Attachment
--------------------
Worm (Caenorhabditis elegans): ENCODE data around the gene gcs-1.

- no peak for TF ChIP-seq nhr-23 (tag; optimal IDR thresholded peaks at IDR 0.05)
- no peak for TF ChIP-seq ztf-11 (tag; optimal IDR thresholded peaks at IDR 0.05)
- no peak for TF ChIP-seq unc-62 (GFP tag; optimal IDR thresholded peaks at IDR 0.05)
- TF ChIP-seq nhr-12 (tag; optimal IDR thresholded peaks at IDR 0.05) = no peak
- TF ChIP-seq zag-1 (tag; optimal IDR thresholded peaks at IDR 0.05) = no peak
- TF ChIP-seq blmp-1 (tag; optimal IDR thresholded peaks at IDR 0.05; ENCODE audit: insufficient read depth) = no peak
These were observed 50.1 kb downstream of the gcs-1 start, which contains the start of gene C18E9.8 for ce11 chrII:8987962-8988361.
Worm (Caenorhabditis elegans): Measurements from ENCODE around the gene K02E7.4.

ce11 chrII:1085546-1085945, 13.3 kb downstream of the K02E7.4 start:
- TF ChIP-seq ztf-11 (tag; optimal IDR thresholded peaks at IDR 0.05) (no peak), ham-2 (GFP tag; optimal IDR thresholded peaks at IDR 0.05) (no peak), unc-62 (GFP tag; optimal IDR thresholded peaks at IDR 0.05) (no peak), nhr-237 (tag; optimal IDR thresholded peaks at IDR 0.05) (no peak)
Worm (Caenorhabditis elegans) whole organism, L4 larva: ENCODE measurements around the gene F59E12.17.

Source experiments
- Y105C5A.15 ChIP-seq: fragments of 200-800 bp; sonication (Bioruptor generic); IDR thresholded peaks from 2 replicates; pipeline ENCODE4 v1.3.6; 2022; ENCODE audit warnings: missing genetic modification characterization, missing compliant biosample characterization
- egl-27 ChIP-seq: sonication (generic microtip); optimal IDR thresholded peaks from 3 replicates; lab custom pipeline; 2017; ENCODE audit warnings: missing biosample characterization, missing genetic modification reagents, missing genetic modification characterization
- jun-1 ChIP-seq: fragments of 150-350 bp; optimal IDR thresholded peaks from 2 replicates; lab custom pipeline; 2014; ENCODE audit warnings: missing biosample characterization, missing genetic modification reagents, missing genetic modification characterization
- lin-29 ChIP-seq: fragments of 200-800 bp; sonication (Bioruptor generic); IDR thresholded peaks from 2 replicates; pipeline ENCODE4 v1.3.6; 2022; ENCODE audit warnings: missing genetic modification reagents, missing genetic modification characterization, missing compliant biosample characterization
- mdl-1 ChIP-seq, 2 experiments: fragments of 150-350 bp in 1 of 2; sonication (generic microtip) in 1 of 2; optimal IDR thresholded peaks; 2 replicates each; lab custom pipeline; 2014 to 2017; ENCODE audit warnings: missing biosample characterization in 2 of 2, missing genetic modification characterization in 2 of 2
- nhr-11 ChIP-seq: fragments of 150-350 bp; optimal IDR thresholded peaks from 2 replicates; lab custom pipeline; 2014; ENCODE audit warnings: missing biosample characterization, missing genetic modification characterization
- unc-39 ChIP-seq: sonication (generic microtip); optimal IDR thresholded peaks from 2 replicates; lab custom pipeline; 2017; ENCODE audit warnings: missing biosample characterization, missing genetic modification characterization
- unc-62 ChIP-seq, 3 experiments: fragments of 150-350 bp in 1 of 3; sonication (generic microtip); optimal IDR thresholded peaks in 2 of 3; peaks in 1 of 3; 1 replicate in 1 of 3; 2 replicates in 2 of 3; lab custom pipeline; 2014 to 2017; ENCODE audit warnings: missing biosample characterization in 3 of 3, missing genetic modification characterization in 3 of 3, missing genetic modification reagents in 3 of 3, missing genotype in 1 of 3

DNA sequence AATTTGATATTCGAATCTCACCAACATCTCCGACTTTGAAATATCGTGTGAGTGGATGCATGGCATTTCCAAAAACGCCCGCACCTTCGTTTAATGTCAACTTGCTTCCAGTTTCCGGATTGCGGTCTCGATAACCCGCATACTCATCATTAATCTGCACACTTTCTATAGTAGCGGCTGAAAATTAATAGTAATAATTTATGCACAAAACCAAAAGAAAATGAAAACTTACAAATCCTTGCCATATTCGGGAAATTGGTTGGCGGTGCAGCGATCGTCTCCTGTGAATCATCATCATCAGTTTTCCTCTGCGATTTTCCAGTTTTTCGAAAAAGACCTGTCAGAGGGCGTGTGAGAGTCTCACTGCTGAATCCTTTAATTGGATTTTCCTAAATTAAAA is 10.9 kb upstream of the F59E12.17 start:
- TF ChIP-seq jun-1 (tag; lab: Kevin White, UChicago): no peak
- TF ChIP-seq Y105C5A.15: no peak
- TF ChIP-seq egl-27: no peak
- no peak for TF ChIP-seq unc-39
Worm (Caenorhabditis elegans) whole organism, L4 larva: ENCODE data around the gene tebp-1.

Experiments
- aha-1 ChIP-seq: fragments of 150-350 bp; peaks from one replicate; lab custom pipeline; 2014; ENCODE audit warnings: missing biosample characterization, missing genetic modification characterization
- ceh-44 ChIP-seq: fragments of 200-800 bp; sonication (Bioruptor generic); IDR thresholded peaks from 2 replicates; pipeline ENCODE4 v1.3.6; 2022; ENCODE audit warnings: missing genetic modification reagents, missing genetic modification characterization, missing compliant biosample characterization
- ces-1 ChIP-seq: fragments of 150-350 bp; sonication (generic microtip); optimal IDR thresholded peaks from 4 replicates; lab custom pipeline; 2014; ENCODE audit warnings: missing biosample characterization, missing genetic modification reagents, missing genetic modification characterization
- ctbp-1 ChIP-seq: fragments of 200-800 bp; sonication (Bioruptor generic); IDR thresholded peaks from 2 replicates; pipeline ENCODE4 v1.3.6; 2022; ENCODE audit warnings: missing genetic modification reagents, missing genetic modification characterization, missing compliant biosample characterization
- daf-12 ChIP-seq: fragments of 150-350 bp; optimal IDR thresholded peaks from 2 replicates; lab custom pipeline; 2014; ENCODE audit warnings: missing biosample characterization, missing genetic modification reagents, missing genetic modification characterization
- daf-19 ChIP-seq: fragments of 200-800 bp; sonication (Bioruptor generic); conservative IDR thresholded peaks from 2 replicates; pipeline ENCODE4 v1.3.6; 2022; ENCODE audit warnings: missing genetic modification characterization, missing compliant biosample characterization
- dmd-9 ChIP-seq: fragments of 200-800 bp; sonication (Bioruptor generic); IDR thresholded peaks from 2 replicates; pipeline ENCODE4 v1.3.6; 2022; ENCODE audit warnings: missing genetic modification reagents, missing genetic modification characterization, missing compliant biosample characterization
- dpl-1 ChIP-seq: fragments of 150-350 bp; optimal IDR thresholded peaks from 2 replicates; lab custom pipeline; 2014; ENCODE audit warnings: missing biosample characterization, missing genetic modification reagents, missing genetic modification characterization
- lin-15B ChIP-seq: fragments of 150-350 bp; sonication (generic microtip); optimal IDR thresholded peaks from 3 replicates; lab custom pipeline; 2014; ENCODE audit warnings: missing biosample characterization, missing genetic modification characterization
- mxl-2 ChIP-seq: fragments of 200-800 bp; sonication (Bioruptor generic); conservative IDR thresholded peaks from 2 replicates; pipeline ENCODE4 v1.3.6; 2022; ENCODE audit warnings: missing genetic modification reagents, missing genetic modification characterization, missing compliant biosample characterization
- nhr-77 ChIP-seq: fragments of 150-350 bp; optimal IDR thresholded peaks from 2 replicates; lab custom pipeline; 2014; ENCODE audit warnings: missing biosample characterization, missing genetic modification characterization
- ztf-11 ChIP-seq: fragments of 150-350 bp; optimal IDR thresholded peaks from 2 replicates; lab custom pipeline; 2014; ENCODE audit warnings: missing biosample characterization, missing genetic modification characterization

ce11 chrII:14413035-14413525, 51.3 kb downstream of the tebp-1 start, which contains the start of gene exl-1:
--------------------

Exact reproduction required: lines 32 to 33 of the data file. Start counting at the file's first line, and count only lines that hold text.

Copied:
- ctbp-1 ChIP-seq: fragments of 200-800 bp; sonication (Bioruptor generic); IDR thresholded peaks from 2 replicates; pipeline ENCODE4 v1.3.6; 2022; ENCODE audit warnings: missing genetic modification reagents, missing genetic modification characterization, missing compliant biosample characterization
- daf-12 ChIP-seq: fragments of 150-350 bp; optimal IDR thresholded peaks from 2 replicates; lab custom pipeline; 2014; ENCODE audit warnings: missing biosample characterization, missing genetic modification reagents, missing genetic modification characterization